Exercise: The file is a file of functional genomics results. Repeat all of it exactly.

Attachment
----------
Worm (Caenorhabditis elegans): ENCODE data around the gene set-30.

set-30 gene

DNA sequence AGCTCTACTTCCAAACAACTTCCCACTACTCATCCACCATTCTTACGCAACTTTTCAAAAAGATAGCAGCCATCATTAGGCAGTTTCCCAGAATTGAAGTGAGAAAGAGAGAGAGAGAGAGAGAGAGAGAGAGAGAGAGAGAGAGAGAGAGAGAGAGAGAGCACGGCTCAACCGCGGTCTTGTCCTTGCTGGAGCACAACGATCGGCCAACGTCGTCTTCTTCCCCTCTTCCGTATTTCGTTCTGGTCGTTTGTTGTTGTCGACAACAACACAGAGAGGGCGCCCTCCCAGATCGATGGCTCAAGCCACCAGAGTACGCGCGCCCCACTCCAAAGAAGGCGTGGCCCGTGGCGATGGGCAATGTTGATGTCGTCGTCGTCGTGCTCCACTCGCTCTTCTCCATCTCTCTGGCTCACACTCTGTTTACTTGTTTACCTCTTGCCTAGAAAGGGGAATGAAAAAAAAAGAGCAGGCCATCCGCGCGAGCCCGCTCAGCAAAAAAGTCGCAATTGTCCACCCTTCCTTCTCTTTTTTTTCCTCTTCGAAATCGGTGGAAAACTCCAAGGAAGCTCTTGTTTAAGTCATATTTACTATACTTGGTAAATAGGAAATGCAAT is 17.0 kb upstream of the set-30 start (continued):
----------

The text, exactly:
Worm (Caenorhabditis elegans): ENCODE data around the gene set-30.

set-30 gene

DNA sequence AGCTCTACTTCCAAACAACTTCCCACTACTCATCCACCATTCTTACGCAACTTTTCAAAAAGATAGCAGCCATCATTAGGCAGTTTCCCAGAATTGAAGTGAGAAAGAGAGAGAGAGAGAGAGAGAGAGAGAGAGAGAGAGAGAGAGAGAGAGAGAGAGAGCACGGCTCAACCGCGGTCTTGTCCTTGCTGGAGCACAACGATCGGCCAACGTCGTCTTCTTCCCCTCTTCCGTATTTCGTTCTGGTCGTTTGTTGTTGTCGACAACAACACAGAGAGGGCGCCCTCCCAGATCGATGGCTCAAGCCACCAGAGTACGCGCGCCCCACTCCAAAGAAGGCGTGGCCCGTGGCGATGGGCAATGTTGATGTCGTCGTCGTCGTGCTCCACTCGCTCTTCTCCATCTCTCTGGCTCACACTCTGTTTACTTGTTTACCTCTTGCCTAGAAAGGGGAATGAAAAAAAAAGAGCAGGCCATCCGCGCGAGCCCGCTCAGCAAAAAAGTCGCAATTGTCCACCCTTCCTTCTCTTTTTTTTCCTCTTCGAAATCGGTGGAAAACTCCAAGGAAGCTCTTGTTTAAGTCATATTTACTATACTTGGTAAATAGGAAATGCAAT is 17.0 kb upstream of the set-30 start (continued):